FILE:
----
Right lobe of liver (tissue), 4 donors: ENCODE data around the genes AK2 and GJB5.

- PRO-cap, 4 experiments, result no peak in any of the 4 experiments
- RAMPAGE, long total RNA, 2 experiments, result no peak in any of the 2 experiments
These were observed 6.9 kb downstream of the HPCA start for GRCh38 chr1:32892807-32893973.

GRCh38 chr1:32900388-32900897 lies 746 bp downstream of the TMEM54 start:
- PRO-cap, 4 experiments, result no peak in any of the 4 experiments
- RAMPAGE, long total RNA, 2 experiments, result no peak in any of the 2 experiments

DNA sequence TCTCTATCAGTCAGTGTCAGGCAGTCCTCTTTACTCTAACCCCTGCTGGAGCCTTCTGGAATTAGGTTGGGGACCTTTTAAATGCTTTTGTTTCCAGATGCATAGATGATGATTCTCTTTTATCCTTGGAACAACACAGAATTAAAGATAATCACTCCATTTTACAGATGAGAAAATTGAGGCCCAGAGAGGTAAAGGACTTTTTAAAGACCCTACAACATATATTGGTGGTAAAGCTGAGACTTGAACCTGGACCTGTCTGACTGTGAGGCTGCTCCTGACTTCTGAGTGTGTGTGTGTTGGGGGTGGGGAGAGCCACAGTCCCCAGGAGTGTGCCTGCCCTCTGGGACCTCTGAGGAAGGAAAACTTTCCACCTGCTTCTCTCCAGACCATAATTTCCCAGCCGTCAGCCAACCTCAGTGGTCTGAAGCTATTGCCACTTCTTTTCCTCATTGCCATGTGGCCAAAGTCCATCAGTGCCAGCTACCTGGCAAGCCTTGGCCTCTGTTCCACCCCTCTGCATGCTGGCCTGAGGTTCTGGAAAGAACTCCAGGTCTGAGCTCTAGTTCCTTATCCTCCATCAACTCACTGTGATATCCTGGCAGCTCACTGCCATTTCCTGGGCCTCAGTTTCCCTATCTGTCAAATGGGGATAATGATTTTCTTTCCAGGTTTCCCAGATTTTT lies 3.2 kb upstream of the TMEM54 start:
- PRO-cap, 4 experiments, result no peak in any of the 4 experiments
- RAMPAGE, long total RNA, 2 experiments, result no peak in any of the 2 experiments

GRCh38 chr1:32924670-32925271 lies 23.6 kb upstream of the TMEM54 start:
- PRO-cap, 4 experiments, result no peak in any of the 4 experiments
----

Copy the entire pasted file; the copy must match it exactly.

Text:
Right lobe of liver (tissue), 4 donors: ENCODE data around the genes AK2 and GJB5.

- PRO-cap, 4 experiments, result no peak in any of the 4 experiments
- RAMPAGE, long total RNA, 2 experiments, result no peak in any of the 2 experiments
These were observed 6.9 kb downstream of the HPCA start for GRCh38 chr1:32892807-32893973.

GRCh38 chr1:32900388-32900897 lies 746 bp downstream of the TMEM54 start:
- PRO-cap, 4 experiments, result no peak in any of the 4 experiments
- RAMPAGE, long total RNA, 2 experiments, result no peak in any of the 2 experiments

DNA sequence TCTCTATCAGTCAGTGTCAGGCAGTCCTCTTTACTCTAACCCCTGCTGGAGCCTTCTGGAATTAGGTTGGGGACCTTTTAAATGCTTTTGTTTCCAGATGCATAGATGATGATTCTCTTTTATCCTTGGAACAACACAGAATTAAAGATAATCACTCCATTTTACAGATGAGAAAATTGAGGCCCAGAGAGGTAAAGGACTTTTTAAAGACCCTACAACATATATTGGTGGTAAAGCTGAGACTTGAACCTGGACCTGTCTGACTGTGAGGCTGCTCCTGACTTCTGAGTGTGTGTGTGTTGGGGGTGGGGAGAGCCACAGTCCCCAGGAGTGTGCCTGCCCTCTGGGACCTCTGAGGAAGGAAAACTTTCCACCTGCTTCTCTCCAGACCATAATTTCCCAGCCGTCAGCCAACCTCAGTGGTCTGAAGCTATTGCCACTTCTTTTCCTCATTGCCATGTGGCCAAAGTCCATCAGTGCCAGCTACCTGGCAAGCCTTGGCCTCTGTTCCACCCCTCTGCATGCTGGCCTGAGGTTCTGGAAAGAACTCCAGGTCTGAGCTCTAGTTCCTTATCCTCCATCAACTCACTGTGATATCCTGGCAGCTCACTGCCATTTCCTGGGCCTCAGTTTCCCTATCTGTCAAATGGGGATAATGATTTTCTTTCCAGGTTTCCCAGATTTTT lies 3.2 kb upstream of the TMEM54 start:
- PRO-cap, 4 experiments, result no peak in any of the 4 experiments
- RAMPAGE, long total RNA, 2 experiments, result no peak in any of the 2 experiments

GRCh38 chr1:32924670-32925271 lies 23.6 kb upstream of the TMEM54 start:
- PRO-cap, 4 experiments, result no peak in any of the 4 experiments